The British ‘endeavoured to prevent disorder’ in war creating an ‘essentially structured [and] ordered’, system of command. With communications between commanders and subordinates unreliable once an attack commenced, restrictive control required that ‘orders must be provided in advance’. In effect, British commanders sought to ‘preordain the future’, designing rigid infantry advance and artillery fire timetables, before any attack began.

In attack, British commanders were required to remain at fixed points to achieve constant communication with their superiors. The British ‘sought the keep control in the hands of the brigade commander who was generally too far to the rear to assess whether the fire fight had been won’. This resulted in British soldiers advancing into action ‘virtually leaderless’, while ‘commanders found themselves in communication with their superiors but out of contact with their troops’.

Restrictive control also influenced the development of British tactics. In response to German defensive practice and doctrine, British defence doctrine was modified by the Jeudwine Committee in 1918. Comprising three British Generals, the committee examined ‘only one [German] manual’ which they considered ‘summed up the enemy’s experiences after nearly three years of defensive warfare on the Western Front’. The manual was the German General Principles of the Construction of Field Positions and the Jeudwine Committee’s recommendations included:

…only the layout of the defensive zone, the design and positioning of field works within that zone, and the execution of construction plans. The manual did not discuss such vital factors as the deployment of the garrison, the tactics it was to employ nor the means by which the battle should be directed.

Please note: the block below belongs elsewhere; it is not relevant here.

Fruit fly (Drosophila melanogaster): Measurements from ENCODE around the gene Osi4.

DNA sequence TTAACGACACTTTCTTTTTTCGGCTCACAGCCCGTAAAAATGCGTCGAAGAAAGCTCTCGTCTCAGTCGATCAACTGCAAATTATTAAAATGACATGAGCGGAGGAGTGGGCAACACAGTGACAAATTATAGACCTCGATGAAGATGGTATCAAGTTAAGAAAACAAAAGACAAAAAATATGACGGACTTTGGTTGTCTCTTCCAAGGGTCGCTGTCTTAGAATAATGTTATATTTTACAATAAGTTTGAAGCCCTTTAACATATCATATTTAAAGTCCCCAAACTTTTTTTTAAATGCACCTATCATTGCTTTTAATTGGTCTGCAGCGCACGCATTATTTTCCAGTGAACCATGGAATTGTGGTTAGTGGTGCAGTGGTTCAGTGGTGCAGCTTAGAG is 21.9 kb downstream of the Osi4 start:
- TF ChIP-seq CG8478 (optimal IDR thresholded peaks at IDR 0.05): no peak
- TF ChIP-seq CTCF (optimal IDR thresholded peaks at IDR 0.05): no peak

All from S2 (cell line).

Ultimately, through the Jeudwine Committee and a subsequent General Headquarters Memorandum on Defensive Measures the British:

…converted the free creativity of the German [defensive] system with local initiative conforming actions to circumstances, into a drill, with actions laid down from above and in advance. Little provision was made for response to a sudden unexpected opportunity, a capability central to the German doctrine.

German – mission command

In contrast, the Germans system of mission command emphasised ‘the need for rapid action appropriate to the situation’ aligned to commander’s intent – ‘exploiting each and every opportunity to the full’. Regarding war as ‘essentially chaotic’, mission command is ‘characterised by flexibility [independence, initiative and a fondness of responsibility] and a readiness to listen to creative criticism from relatively junior officers’. Encouraging commanders to serve well forward in the fight, mission command is ‘best achieved through extensive decentralisation, enabling commanders on the spot to react to local circumstances’.

Mission command evolved in the early 19th century as Prussian/German military thinkers contemplated the ‘sheer size and fluidity’ of modern larger and more complex battlefields. It recognises that ‘a commander cannot keep detailed control over all actions of their army …  and therefore [requires] an overall picture in [their] mind to employ their reserves to greatest effect’.

Mission command evolved German defensive tactics under the rubric of ‘elastic defence’, emphasising the ‘mutual interaction of command, training and tactics’. German freedom of thought in developing tactics resulted in ‘fierce debates within the [German] army, which senior commanders actively sought to encourage’. Ultimately, professional German debates on defence developed ‘three interdependent defensive concepts’:

  •  Depth in defence – separating attacking infantry from supporting artillery.
  •  Defence made invisible or difficult to detect – through reverse slope defence, camouflage and dummy positions.
  •  Counterthrusts – characterised by quick reaction and immediate responsiveness, led by junior leaders, in reply to an attack on a defensive position to deny the enemy ‘time to consolidate their gains’ and ‘take advantage of fleeting opportunities’.